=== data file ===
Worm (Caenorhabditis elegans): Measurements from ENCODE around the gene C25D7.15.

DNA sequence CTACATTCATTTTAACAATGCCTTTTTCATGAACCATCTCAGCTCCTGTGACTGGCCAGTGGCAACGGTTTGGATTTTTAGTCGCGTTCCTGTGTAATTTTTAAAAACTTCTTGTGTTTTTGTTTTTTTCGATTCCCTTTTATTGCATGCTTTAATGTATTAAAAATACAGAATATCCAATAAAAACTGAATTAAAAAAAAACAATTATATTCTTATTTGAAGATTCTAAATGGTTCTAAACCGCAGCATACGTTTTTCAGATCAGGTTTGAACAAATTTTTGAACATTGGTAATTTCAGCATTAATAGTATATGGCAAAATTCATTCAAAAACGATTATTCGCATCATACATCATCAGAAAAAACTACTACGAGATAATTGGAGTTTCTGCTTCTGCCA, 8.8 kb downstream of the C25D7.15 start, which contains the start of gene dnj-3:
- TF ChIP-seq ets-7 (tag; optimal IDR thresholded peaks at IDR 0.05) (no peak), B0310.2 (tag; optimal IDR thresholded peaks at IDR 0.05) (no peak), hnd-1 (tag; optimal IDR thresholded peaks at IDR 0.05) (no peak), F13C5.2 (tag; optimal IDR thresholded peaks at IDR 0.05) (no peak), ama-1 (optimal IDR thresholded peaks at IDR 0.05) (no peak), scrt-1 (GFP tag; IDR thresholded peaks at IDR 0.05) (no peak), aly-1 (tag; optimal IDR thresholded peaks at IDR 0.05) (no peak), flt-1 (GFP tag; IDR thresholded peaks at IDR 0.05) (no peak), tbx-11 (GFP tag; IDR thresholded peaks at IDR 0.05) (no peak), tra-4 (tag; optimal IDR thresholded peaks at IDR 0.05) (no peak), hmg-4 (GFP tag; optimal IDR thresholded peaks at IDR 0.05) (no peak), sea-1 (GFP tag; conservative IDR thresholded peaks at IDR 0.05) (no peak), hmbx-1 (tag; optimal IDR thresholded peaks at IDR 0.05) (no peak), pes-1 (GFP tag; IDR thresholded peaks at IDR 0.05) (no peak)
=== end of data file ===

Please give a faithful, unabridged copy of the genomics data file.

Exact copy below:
Worm (Caenorhabditis elegans): Measurements from ENCODE around the gene C25D7.15.

DNA sequence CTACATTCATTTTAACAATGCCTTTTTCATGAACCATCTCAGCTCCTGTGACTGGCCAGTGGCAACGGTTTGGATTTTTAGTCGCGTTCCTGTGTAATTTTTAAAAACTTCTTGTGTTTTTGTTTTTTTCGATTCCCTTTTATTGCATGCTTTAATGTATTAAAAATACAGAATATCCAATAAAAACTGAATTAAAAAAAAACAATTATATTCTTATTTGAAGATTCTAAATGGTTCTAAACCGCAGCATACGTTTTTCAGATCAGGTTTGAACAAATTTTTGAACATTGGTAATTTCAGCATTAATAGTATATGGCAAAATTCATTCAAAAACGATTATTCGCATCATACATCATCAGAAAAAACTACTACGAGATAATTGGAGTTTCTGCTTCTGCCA, 8.8 kb downstream of the C25D7.15 start, which contains the start of gene dnj-3:
- TF ChIP-seq ets-7 (tag; optimal IDR thresholded peaks at IDR 0.05) (no peak), B0310.2 (tag; optimal IDR thresholded peaks at IDR 0.05) (no peak), hnd-1 (tag; optimal IDR thresholded peaks at IDR 0.05) (no peak), F13C5.2 (tag; optimal IDR thresholded peaks at IDR 0.05) (no peak), ama-1 (optimal IDR thresholded peaks at IDR 0.05) (no peak), scrt-1 (GFP tag; IDR thresholded peaks at IDR 0.05) (no peak), aly-1 (tag; optimal IDR thresholded peaks at IDR 0.05) (no peak), flt-1 (GFP tag; IDR thresholded peaks at IDR 0.05) (no peak), tbx-11 (GFP tag; IDR thresholded peaks at IDR 0.05) (no peak), tra-4 (tag; optimal IDR thresholded peaks at IDR 0.05) (no peak), hmg-4 (GFP tag; optimal IDR thresholded peaks at IDR 0.05) (no peak), sea-1 (GFP tag; conservative IDR thresholded peaks at IDR 0.05) (no peak), hmbx-1 (tag; optimal IDR thresholded peaks at IDR 0.05) (no peak), pes-1 (GFP tag; IDR thresholded peaks at IDR 0.05) (no peak)